He stood in the doorway and cocked his head to the side, his expression elusive and a bit curious. Everything about him looked normal. Normal by the “new Sam” standards—his artfully messy hair, his stylish clothes and the shiny confidence he wore like an expensive pair of designer jeans. Sam had changed.
But it wasn’t normal at all.
His smile spread, causing his eyes to twinkle. “Layla? Are you okay?”
The tone of his voice was now like having someone drag nails down my skin. I drew in a breath and suddenly—oh my God—suddenly I understood. It all made sense in a sickening way. I just couldn’t see it until now.
“I know,” I whispered, horrified.
Confusion marked Stacey’s features as she folded her arms. “Know what?”
“Ah,” Sam cooed softly. “The light dawns. About time, too, because I was seriously beginning to doubt your intelligence, sister.”
Ice blasted into the room as understanding swept through Roth and he growled low in his throat.
Sam’s gaze flicked to where Roth stood, but he appeared wholly unaffected by the violence rolling off the Crown Prince. But I was blown away and if I thought my world had shattered earlier, I’d been wrong. It was smashed to pieces now.
There was no aura around him. Nothing. Like with Roth and all demons, there was just a vast, empty space. But with Roth, that was expected. Not with Sam.
Sam had no soul.
Oh, but it was more than that. A human didn’t just lose their soul. They either had one or they didn’t, and if they didn’t, they were dead—wraiths. Only something inhuman could rock the no-soul glow. Or something totally possessed.
Zayne had just said there had been a wraith at the compound. It had been Petr doing those things. Not me. And the crone’s words resurfaced. We had perceived everything she’d said wrong. What we’d been seeking had been right in front of us the entire time and it had been someone who’d always been around me, who mostly had contact with the same people I did. At one point I’d even said it when I’d discovered that the lady in the Palisades had died—that the only other option was that the Lilin was following me around, but I had disregarded that idea, immediately believing the worst of myself.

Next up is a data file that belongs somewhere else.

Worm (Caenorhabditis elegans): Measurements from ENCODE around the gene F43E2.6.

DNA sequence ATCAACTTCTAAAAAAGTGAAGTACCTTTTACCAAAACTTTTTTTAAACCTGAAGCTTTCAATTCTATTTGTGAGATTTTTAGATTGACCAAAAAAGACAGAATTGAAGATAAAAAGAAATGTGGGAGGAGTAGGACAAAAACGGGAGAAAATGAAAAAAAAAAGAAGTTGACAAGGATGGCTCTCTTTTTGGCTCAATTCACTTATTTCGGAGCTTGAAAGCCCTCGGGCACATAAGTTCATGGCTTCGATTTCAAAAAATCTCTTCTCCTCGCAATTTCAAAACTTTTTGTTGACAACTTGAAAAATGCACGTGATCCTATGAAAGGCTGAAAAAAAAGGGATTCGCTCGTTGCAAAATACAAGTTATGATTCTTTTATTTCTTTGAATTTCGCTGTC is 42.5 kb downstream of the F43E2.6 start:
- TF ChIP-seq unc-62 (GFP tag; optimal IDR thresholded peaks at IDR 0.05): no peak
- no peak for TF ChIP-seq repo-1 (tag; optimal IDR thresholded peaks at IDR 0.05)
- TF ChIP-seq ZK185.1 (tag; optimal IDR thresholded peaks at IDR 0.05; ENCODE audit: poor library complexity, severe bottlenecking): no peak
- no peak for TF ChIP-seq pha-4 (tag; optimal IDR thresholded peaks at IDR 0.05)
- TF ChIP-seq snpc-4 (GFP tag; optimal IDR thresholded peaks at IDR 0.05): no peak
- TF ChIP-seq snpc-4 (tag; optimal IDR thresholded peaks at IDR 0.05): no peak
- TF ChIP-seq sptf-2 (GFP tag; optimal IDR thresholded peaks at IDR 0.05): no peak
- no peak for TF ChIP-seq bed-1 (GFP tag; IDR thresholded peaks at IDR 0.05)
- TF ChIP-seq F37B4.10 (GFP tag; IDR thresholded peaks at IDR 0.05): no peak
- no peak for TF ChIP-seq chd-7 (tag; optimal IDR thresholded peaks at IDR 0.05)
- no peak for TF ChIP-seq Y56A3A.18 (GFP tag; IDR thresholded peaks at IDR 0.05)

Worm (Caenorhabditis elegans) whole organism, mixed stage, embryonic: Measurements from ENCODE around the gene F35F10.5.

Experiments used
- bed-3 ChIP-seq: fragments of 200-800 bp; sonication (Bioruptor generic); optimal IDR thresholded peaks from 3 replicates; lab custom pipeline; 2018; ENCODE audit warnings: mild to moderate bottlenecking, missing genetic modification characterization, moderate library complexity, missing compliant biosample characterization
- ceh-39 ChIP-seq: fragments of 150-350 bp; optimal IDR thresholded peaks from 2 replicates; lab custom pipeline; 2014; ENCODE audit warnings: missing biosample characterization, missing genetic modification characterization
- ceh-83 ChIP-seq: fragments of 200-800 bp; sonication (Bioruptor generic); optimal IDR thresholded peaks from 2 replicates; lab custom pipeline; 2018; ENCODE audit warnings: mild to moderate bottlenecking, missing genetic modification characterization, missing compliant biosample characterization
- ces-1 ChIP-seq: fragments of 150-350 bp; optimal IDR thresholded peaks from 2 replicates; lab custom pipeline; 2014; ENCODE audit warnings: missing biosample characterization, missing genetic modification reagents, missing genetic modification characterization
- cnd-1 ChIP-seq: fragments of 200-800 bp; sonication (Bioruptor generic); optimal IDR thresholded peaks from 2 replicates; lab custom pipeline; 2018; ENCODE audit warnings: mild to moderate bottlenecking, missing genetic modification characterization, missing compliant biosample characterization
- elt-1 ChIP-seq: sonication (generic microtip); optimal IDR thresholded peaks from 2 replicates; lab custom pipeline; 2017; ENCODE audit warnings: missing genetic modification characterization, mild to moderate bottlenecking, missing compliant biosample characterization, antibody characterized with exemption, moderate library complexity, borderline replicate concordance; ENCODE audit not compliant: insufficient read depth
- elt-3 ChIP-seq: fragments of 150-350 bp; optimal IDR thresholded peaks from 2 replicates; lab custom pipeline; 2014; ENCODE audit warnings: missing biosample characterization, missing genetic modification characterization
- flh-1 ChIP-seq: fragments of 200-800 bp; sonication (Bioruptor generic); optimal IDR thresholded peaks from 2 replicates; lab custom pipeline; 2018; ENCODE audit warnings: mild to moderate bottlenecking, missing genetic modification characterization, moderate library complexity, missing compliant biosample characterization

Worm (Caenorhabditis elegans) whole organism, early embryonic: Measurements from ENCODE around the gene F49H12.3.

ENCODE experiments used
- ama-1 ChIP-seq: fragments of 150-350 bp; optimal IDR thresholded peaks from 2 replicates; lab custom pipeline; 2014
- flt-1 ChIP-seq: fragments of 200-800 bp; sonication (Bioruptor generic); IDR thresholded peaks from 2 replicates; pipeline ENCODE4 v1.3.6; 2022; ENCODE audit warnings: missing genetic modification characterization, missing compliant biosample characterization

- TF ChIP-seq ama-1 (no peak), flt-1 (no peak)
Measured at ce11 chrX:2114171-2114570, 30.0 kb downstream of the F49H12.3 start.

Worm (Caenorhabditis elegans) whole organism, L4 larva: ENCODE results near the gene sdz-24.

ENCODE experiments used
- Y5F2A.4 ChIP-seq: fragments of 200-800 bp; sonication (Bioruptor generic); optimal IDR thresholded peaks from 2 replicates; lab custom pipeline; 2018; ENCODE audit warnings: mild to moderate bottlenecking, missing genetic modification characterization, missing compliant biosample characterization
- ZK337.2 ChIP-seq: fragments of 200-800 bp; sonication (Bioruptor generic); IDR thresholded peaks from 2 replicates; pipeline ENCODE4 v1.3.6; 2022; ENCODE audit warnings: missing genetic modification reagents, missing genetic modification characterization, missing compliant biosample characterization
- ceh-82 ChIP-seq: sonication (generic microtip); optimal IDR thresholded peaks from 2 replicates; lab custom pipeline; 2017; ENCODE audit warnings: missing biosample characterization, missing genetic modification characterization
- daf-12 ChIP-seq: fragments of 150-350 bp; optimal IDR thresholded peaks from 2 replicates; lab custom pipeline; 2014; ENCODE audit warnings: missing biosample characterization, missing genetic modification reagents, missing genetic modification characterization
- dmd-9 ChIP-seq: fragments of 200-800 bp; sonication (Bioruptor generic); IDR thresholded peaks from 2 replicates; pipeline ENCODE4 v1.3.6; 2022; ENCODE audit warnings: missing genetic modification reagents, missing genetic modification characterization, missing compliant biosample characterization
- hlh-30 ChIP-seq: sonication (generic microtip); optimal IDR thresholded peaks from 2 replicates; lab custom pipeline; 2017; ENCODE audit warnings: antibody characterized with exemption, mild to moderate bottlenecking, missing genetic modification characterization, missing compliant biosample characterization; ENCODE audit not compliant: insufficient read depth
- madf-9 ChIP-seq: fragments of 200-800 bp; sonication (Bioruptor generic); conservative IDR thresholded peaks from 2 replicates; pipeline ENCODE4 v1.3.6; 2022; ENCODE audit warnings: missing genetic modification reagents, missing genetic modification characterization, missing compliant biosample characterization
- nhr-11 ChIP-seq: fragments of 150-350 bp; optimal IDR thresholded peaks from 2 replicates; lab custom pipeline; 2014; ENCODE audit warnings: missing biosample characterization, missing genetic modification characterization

Paimon’s ritual had worked that night that now felt so long ago. It had never been my virginity that had been the key to the spell. Cayman had hit the nail on the head when he said it only had to be a carnal sin. My blood had been spilled that night, it had burnt through the floor, and there had been a cocoon in the basement of the school, which was a part of the ritual—my blood needed to be spilled.
Bambi had affected my abilities, but only for the good, I realized. She hadn’t caused me to suck out souls by being around other people. She had helped me, because all the terrible things hadn’t been me, but I felt no relief.
“Everyone, including your clan and the loves of your life, thought it was you.” Sam laughed, and that laugh sounded like his. It was his, but what was behind his skin wasn’t the boy I knew. “Even you thought it was yourself. And that’s kind of sad, actually. Takes low self-esteem to a whole new level.”
“Sam,” gasped Stacey, pressing her hand against her breast. Blood drained from her face. “What are you talking about?”
His pupils bled into his irises, turning his eyes into shards of obsidian. His features remained the same. No. Sam hadn’t lost his soul. He wasn’t possessed. It was worse than that, because what stood in front of us wasn’t Sam anymore. It hadn’t been for a while now.
Sam was the Lilin.